Patheos Watermark

You are running a very outdated version of Internet Explorer. Patheos and most other websites will not display properly on this version. To better enjoy Patheos and your overall web experience, consider upgrading to the current version of Internet Explorer. Find more information HERE.

Religion Library: Confucianism

Exploration and Conquest

Written by: Jeffrey Richey

Despite these setbacks for Confucianism, post-imperial reformers active during the 1920s and 1930s also attempted to breathe new life into Confucian traditions. The Xin Shenghuo Yundong (New Life Movement) inaugurated by the Chinese Nationalist  leader Chiang Kai-shek (1887-1975), who later ruled independent Taiwan after the victory of his Communist opponents in 1949, combined modern scientific elements -- such as basic hygiene and economic development -- with traditional Confucian moral principles such as li (propriety), yi (righteousness), lian (discrimination), and chi (shame). Later Chinese leaders, such as Singapore's founding prime minister, Lee Kuan Yew (b. 1923), championed Confucianism as the secret to the economic success attained by ethnic Chinese, especially in post-colonial Southeast Asia, and introduced Confucian moral education into Singapore's schools and universities. Thus, Confucianism has played a role in both imperialist and anti-imperialist campaigns during the 20th century.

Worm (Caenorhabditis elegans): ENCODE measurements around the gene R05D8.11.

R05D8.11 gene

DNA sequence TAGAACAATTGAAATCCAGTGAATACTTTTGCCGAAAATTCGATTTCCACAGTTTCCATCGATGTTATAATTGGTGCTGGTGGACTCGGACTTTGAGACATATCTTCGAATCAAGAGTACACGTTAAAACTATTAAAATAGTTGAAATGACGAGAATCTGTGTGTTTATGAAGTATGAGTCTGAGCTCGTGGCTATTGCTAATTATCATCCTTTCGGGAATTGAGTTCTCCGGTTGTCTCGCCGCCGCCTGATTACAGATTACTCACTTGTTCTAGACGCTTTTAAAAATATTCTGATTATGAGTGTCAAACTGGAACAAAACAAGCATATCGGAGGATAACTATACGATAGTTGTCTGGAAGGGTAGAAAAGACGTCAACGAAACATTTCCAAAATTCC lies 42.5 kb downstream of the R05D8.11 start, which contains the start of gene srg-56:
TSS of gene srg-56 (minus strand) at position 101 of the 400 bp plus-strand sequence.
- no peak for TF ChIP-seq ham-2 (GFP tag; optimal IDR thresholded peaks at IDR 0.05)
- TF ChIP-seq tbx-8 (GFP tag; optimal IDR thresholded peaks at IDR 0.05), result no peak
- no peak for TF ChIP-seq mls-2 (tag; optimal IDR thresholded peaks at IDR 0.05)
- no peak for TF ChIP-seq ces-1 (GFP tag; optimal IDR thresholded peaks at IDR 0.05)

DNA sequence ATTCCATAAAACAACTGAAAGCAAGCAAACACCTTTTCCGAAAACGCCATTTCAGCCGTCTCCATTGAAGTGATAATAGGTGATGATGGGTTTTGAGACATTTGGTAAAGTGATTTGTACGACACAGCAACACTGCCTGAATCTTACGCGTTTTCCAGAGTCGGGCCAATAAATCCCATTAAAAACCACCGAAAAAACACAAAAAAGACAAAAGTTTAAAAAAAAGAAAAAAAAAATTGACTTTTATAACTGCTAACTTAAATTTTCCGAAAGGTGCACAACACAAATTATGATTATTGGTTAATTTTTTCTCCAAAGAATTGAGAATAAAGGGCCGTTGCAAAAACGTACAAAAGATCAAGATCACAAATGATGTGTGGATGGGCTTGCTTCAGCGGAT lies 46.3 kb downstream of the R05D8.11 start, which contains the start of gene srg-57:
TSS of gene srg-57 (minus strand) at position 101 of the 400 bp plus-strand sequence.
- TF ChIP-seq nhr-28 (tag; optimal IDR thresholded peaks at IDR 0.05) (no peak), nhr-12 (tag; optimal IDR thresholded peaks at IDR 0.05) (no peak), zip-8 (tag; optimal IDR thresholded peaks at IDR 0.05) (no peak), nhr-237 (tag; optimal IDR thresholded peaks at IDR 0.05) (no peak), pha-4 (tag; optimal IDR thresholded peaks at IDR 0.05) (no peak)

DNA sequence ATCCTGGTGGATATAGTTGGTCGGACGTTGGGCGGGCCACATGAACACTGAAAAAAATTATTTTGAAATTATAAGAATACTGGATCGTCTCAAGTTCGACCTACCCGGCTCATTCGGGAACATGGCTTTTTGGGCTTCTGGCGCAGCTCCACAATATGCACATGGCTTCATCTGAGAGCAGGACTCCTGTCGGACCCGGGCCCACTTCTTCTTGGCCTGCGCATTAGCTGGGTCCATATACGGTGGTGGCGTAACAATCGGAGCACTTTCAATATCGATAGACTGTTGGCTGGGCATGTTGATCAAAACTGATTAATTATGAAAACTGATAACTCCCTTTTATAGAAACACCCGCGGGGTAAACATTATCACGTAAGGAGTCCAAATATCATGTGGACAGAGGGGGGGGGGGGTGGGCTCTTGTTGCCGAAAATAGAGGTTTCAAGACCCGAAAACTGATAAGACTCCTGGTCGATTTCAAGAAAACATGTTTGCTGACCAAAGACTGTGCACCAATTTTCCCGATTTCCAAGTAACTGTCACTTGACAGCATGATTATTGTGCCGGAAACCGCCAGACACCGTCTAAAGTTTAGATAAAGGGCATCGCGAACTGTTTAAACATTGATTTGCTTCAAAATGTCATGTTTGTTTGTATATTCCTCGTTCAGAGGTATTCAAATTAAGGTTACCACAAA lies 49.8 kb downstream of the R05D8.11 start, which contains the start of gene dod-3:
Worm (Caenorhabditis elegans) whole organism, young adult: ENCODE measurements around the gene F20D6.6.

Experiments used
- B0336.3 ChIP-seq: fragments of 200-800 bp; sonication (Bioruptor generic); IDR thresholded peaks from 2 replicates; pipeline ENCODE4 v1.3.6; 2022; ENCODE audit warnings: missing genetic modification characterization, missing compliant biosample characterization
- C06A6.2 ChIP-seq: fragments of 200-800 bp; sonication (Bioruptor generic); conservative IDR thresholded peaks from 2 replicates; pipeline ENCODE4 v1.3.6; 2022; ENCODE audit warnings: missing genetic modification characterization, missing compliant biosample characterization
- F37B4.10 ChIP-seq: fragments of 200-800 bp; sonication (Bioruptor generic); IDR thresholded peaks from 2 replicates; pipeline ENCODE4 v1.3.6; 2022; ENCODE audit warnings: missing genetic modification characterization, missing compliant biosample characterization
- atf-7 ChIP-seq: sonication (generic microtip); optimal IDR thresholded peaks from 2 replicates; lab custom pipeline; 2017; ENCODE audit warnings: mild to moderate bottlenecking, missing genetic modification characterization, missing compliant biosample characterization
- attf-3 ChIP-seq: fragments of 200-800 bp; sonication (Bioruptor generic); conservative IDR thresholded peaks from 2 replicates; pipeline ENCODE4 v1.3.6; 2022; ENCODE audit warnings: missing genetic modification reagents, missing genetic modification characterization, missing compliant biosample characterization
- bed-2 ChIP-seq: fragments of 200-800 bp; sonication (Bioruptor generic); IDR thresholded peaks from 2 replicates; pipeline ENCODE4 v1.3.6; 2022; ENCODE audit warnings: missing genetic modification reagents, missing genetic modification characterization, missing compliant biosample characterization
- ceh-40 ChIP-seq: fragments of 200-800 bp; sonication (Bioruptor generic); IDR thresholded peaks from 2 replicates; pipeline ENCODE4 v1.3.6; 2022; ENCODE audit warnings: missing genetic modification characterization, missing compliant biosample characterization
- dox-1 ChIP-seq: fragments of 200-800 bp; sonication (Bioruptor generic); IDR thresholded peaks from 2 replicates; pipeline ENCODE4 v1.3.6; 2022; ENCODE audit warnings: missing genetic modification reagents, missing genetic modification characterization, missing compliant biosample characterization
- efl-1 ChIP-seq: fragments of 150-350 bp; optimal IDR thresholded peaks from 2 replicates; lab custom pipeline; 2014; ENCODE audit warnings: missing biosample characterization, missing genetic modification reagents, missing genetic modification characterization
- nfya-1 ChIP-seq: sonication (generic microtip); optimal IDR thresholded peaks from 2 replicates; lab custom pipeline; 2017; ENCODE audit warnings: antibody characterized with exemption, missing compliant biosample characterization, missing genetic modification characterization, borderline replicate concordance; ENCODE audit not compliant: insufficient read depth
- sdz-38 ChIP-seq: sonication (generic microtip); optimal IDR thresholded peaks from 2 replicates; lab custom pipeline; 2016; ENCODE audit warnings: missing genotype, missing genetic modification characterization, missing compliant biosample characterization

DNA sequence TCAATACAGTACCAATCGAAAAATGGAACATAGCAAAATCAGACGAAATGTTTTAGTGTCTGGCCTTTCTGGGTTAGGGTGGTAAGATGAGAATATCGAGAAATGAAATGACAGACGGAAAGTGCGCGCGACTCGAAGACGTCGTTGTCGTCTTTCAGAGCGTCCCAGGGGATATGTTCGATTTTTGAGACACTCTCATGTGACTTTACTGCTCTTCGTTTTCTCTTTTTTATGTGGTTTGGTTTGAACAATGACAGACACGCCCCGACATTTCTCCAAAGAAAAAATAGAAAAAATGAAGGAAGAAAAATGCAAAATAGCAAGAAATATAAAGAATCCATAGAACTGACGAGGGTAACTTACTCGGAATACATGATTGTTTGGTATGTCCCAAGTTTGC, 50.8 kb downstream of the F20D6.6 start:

Study Questions:
     1.     How did Confucian thought influence Chinese attitudes toward non-Chinese peoples?
     2.     How did Confucian traditions in Korea, Japan, and Vietnam compare with their Chinese antecedents?
     3.     What role did Confucianism play in Japan's modernization?
     4.     What role did Confucianism play in China's modernization?


Recommended Products